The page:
D.C. was the worst place to have an intense craving for Haitian food; at the time, there was no restaurant in the city to satisfy that need. In a rush—mostly because I needed all the motivation I could muster to head into the cold—I walked over to my local Giant to grab the ingredients to make the soup myself. When I made it to the store, I mostly worked from memory. I knew I needed squash, but having never peeled it, I only knew the inner flesh had to be orange, which isn’t particularly helpful. I grabbed a butternut squash, which I would find out later, after calling my mother, was the wrong one. I made a few more wrong turns: I had too many ingredients for my pot. I didn’t have a blender and had to mash the cooked squash by hand. I burned the soup. Looking back, that first attempt was nothing to write home about, but my mother was so proud of the effort, and every year that I kept at it made her even prouder.

The trouble and the beauty of soup joumou is that there is no set recipe, no matter what anyone tells you. There are a few building blocks you find throughout Haitian cooking, such as the familiar flavor profile of epis, a cooking base made of smashed garlic, scotch bonnet peppers, green onion, and oil, combined using a mortar and pestle. Most food uses a base like this and builds upon the flavors in complex layers—but everything else is subjective. Haiti is on one half of a small island, but the regional differences in the food keep the cuisine vibrant and ever changing. Each region has their own “right way” of making the soup, adding layers of history and their own little rebellions to the mix. Some places believe in a hearty soup, adding chayote squash, potatoes, and cabbage early on in the cooking process to thicken the broth. Others like a thinner soup, adding vegetables right at the end for a crisper finish. There are even differences within families: My soup starts off with oxtail and beef chunks, but my sister, who eats a plant-based diet, thinks it’s closer to the ancestors to have a meatless soup. More power to her.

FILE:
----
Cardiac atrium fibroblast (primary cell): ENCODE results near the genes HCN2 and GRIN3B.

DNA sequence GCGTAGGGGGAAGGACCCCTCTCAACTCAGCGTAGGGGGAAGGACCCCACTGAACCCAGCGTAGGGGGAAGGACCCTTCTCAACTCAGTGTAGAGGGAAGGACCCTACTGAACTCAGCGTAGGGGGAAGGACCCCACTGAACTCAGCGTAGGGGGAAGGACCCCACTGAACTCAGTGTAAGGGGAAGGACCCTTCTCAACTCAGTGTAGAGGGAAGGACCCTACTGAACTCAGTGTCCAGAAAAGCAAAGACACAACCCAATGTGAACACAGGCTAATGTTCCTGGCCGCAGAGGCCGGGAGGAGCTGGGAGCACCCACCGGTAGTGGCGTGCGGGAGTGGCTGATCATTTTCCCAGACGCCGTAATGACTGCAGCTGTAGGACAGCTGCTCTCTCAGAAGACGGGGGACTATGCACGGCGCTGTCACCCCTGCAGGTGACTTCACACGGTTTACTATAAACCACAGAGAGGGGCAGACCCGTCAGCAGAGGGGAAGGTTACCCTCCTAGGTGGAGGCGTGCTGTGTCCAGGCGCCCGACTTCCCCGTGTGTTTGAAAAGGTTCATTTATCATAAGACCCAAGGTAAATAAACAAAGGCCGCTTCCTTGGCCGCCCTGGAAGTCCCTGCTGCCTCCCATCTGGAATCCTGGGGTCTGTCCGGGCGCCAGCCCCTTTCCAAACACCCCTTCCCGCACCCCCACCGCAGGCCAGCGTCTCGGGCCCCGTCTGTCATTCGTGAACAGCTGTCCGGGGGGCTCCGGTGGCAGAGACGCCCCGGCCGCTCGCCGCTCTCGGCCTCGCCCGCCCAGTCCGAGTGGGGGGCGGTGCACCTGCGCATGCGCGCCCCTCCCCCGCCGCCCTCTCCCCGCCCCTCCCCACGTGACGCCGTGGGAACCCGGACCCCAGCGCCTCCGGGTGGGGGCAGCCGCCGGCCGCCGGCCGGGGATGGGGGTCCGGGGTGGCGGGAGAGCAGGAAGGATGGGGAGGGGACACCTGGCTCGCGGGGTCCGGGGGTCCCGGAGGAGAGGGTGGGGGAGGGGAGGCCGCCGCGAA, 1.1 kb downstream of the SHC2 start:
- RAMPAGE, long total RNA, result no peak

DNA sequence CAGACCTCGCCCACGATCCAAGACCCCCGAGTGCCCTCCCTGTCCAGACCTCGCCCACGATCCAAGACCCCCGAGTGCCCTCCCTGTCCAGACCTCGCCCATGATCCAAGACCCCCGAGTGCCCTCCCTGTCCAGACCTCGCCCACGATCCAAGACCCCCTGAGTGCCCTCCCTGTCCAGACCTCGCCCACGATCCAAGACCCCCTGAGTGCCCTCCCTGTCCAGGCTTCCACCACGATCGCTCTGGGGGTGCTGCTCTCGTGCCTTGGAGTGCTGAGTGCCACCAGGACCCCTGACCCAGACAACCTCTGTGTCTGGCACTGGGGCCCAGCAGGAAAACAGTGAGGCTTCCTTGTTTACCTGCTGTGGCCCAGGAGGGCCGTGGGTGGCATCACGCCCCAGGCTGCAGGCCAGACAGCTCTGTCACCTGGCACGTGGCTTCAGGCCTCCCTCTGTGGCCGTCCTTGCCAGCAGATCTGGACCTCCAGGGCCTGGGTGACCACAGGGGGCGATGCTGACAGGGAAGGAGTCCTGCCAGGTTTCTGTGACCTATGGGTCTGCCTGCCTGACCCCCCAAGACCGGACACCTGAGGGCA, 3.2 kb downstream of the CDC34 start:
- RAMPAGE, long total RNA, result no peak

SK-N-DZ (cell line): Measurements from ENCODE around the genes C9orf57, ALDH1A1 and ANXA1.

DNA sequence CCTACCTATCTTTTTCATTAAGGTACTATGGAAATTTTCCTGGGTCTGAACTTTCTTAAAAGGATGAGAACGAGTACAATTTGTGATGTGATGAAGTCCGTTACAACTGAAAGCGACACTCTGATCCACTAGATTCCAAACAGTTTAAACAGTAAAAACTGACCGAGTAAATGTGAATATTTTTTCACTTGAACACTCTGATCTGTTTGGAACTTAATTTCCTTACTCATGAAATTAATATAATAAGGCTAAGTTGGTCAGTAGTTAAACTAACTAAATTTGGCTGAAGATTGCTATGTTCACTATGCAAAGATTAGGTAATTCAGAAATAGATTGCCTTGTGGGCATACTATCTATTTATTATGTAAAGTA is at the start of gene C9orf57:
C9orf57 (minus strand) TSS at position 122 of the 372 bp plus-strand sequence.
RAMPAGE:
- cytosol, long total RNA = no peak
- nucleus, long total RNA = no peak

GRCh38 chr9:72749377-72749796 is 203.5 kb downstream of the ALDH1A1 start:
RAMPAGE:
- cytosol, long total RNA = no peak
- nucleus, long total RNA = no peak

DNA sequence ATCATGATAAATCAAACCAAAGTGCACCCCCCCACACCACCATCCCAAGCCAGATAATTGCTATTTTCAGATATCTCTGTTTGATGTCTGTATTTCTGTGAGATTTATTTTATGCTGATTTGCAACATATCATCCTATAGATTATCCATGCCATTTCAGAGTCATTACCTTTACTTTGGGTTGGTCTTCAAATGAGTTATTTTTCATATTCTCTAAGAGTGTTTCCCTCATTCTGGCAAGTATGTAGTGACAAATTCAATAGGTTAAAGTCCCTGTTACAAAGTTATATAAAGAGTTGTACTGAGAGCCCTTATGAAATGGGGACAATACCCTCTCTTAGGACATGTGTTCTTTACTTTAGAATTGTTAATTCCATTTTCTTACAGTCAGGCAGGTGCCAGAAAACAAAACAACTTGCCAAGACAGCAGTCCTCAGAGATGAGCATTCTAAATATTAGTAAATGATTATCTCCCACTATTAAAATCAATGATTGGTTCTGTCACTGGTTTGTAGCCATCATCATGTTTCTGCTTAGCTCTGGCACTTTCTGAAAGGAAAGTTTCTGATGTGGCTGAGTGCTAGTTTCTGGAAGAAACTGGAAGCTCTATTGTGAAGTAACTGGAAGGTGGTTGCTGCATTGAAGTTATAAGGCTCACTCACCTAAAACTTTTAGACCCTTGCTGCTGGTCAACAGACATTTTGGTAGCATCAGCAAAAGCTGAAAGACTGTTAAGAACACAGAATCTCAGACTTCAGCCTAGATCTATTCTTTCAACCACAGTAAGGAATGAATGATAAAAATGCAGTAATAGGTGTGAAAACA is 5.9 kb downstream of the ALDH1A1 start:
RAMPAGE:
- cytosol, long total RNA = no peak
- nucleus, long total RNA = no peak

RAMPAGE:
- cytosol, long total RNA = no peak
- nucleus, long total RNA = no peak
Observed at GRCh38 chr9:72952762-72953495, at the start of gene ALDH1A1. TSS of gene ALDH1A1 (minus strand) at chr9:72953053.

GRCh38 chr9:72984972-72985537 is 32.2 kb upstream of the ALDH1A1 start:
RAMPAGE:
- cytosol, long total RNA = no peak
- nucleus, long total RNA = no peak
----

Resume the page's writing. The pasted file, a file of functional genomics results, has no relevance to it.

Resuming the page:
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Over the years, my soup has added her own story to the cultural lore, as a diaspora soup. I’ve only been able to find the right calabaza squash once, in 2017 at a tiny vegetable stand in Flatbush, Brooklyn, and I’ve had to settle for kabocha squash every other year. Kabocha doesn’t grow in Haiti; its flesh is missing the right amount of sweetness and always comes up short of calabaza’s orange color. My mother also tells me that my peppers aren’t spicy enough. The parts of my tongue that still remember eating pikliz in Haiti absolutely believes her.

But my soup is rebellion just the same. Food culture has a way of unifying diaspora attempting to make their home in lands that haven’t fully welcomed them. It’s a way of connecting, of being seen, and seeing in return. It is a tangible aspect of our culture that we are proud of and want to share with others.

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Haitians, we love visitors, but loathe a settler. One of my ever recurring nightmares involves walking into a restaurant and finding a soup joumou dish elevated so far from its roots that it’s managed to shrivel into a pale version of its former self. To keep fighting the good fight, I’ll make my soup each year, and celebrate the ones who try to keep the history alive.